Received Date: October 29, 2009; Accepted Date: November 25, 2009; Published Date: November 25, 2009
Citation: Vetrivel U, Sankar P, Nagarajan NK, Subramanian G (2009) Peptidomimetics Based Inhibitor Design for HIV – 1 gp120 Attachment Protein. J Proteomics Bioinform 2: 481-484. doi: 10.4172/jpb.1000109
Copyright: © 2009 Vetrivel U, et al. This is an open-access article distributed under the terms of the Creative Commons Attribution License, which permits unrestricted use, distribution, and reproduction in any medium, provided the original author and source are credited.
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Peptidomimetics is a novel drug designing strategy in which an Insilico inhibitor is designed by mimicking the framework of a short peptide. Novel drug design str ate- gies shall only pave way for developing unique and safer anti-HIV drugs. In the present study, we propose a Peptidomimetics based gp120 attachment inhibitor. I n human biological system, HIV-1 interacts with CD4 r e- ceptor of the host via its surface glycoprotein gp1 20 es- tablishing initial attachment. This protein–protein inter- action interface forms the base to derive an inhibi tor mim- icking backbone of the receptor. The mimicked inhib itor derived in this study is based on the insilico interactions of soluble CD4 (SCD4) (precursor of CD4) with gp120 . The molecular interactions of SCD4 with gp120 were iden- tified by MEDock software. Furthermore, the interac ting interface was analyzed manually for topology, and t he backbone of the ligand molecule was sketched based on it with chemsketch. Moreover, the sketched ligand was op- timized and was docked with gp120 using Argus lab. Dock- ing results show six hydrogen bonds formation betwe en the ligand and binding interface of gp120. The liga nd was also found to be fit with good druggable character, as per Lipinski’s rule of five. Hence, this work addresses the drug likeness of the peptidomimetic ligand proposed.
Peptidomimetics; HIV-I gp120; CD4; SCD4; Arguslab; MEDock
HIV – 1 multiplies only inside human cells. They invade the host’s immune system after attaching to a special protein called CD4, which spans on host cell’s surface. HIV- 1’s surface molecule gp120 plays a crucial role in host infection, since it mediates attachment of virus to its target cells (Wyatt and Sodroski, 1998). The prime objective of the present study was to uncover a solution to inhibit this attachment via a novel peptidomimetic inhibitor. The discussed inhibitor is based on CD4 receptor region for gp120.
Gp120 (PDB ID: 1CE4) trimer with a Molecular weight of 120KDa is a glycoprotein present on the surface of HIV envelope. This glycoprotein comprises of five variable loop regions namely, V1, V2, V3, V4, and V5. The V3 loop region particularly interacts with first domain of CD4 protein with high affinity due to favourable amino acid interactions. The structure of V3 region of HIV gp120 was determined using NMR in 1999. This region is proven to be immunodominant and is composed of 35 amino acids (Kwong et al., 1998; Vranken et al., 2001; Lasky et al., 1987; Berger and Alkhatib, 2007).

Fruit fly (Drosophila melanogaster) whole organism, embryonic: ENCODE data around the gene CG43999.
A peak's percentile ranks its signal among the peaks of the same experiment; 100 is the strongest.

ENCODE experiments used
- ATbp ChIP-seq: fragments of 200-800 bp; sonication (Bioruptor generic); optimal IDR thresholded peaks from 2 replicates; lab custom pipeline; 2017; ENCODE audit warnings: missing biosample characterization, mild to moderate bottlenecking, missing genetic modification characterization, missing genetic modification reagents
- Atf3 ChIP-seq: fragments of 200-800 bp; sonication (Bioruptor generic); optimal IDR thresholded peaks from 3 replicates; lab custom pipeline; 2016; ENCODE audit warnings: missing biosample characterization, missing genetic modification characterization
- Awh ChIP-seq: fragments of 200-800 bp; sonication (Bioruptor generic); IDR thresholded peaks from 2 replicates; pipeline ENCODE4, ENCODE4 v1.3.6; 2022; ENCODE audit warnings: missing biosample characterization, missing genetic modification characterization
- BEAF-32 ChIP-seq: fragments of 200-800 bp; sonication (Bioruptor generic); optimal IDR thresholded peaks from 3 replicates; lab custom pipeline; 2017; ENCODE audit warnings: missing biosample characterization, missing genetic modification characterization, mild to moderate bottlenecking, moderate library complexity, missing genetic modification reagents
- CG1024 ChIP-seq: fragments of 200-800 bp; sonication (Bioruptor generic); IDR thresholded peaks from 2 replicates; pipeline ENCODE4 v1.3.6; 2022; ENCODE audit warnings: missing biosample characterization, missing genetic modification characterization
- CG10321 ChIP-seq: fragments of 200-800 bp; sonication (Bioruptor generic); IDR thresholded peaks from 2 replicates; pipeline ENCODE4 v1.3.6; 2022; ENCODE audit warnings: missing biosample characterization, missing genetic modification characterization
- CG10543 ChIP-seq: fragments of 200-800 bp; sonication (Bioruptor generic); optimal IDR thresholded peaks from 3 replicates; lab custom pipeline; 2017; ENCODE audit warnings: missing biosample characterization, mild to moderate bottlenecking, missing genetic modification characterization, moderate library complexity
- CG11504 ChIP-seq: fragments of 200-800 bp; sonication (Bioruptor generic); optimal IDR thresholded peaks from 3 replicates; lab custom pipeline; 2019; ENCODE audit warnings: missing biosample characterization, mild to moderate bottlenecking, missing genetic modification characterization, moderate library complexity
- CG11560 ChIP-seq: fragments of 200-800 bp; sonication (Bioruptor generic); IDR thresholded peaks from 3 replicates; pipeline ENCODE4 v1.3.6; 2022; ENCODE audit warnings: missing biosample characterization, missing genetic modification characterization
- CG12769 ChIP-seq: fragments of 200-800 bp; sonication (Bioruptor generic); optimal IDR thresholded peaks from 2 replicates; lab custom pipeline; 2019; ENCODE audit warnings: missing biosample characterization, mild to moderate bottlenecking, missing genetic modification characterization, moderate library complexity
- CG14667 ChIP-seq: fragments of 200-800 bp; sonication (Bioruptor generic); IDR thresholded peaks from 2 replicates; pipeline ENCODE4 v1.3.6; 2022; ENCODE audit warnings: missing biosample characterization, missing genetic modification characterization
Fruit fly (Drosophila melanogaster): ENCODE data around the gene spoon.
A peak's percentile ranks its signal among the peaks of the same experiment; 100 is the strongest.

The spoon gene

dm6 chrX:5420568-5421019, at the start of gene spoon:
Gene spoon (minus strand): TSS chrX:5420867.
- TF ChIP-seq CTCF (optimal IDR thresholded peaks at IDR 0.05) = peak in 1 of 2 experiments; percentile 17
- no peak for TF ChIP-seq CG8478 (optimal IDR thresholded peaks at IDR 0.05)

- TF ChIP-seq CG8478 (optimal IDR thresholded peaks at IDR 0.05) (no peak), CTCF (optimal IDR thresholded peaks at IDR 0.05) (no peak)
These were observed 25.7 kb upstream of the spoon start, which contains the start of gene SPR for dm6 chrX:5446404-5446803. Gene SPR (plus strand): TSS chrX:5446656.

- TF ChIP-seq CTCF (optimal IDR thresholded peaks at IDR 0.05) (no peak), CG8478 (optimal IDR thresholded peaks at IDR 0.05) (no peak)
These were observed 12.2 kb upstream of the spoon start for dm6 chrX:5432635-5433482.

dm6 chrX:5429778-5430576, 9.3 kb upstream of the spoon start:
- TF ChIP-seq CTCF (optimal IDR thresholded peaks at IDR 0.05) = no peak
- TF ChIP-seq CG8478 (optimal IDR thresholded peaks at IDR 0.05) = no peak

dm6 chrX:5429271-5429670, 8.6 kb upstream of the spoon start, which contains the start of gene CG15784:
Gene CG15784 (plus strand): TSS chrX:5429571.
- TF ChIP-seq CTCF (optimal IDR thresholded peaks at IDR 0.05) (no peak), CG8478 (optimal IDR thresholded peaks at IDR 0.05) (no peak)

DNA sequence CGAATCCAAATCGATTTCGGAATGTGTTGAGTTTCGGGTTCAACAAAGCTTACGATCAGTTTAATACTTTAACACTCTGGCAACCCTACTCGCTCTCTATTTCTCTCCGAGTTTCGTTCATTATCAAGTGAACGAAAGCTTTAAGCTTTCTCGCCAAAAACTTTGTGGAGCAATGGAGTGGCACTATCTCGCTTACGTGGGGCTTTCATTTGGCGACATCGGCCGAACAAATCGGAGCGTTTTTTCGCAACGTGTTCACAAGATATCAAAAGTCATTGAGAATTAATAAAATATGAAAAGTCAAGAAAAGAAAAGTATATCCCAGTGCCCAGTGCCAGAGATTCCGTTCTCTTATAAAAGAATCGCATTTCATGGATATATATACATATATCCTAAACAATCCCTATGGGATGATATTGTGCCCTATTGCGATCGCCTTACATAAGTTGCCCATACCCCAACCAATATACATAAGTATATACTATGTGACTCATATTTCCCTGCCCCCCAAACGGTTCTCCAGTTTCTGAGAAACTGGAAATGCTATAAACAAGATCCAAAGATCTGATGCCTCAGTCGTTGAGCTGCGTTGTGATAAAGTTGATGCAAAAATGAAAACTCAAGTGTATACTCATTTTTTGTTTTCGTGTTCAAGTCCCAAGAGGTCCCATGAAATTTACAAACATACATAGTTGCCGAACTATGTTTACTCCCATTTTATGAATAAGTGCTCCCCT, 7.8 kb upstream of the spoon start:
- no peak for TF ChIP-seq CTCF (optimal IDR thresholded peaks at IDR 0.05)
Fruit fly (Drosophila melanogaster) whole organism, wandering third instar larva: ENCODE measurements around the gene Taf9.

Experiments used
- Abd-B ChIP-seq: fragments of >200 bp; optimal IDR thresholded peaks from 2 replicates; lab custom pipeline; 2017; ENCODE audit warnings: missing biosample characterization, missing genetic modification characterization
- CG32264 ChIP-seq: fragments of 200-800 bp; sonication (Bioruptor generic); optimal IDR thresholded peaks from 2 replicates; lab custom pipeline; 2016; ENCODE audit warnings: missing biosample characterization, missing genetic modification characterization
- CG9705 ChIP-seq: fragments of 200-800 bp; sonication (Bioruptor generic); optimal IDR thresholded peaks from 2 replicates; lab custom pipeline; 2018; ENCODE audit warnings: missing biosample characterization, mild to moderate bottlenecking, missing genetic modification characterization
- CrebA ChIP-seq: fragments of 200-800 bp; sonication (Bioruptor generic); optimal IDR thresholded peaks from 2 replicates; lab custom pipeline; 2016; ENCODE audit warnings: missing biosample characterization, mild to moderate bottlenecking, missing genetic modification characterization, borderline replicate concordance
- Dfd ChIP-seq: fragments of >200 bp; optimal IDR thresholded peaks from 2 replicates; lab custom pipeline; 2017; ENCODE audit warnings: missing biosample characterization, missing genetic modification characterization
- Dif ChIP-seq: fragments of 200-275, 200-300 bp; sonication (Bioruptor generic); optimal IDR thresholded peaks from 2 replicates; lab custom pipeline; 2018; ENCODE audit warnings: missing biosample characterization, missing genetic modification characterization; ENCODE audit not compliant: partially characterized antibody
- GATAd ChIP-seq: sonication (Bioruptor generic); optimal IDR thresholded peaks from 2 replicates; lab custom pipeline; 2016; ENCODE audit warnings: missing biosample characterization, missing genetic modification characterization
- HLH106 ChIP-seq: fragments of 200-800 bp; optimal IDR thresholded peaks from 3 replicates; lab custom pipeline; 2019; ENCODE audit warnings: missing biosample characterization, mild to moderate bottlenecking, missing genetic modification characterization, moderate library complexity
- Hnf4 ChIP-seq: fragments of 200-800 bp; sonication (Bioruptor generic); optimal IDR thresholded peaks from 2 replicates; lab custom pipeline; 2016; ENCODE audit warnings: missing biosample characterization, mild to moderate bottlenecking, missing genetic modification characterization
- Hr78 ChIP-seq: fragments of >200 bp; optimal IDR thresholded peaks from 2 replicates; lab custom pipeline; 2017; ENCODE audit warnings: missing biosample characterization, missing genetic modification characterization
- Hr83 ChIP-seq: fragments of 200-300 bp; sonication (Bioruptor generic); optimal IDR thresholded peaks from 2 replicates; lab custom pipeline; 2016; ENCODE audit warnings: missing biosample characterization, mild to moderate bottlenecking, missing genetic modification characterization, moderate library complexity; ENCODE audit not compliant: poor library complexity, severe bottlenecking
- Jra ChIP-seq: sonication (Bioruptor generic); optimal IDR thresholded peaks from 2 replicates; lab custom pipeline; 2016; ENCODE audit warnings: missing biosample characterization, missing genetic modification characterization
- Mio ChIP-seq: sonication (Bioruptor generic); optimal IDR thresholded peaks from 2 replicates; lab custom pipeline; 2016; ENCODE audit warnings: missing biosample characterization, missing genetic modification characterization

Soluble CD4 (SCD4) is the precursor of CD4. Normally SCD4 induces conformational changes in gp120 synonymous to that of CD4 (Turner et al., 1992). The sub domain region of SCD4 N-termini (PDB ID: 1CDH) was proven to have high interaction towards gp120 than CD4. Hence, for the present study, SCD4’s sub domain region was utilized for pepdtidomimetic modeling. SCD4 was sequenced in the year 1986 and structure was elucidated by X-ray diffraction (Ryu et al., 1994).
The effective way to predict binding affinity of macromolecular structures is by docking simulation. Moreover, docking studies pave way for studying the interacting interfaces and their topology. Hence, in the present work SCD4 peptide’s sub-domain was docked with gp120 using MEDock software (http://bioinfo.mc.ntu.edu.tw/medock/). The interacting interface was scanned for residues conferring binding topology, which was in turn used to derive a chemical backbone mimicking the binding topology of SCD4 subdomain. Hence, implementing peptidomimetic approach, the chemical backbone structure was sketched and 3D optimized using Chemsketch. Finally, the sketched ligand was docked with gp120 using Arguslab (www.arguslab.com). It qualified in Lipinski drug calculator (http://www.scfbio-iitd.res.in/utility/LipinskiFilters.jsp).
Preparation of Target Protein Structure
Protein Data Bank (PDB) is a repository of 3-D structural data of bio macromolecules (http://www.rscb.org/pdb/). In the present study, the atomic coordinates of the HIV-V3 loop of the envelope glycoprotein gp120 (1CE4) was procured from the Protein Data Bank (PDB) (Vranken et al., 2001). It contains 35 amino acids with a disulphide bond. It forms 3 helices, 5 beta turn and 1 gamma turn (Vranken et al., 2001). The atomic coordinates were processed using Swiss PDB Viewer, a user friendly tool to analyze protein structures (http://spdbv.vital-it.ch/) (Figure 1).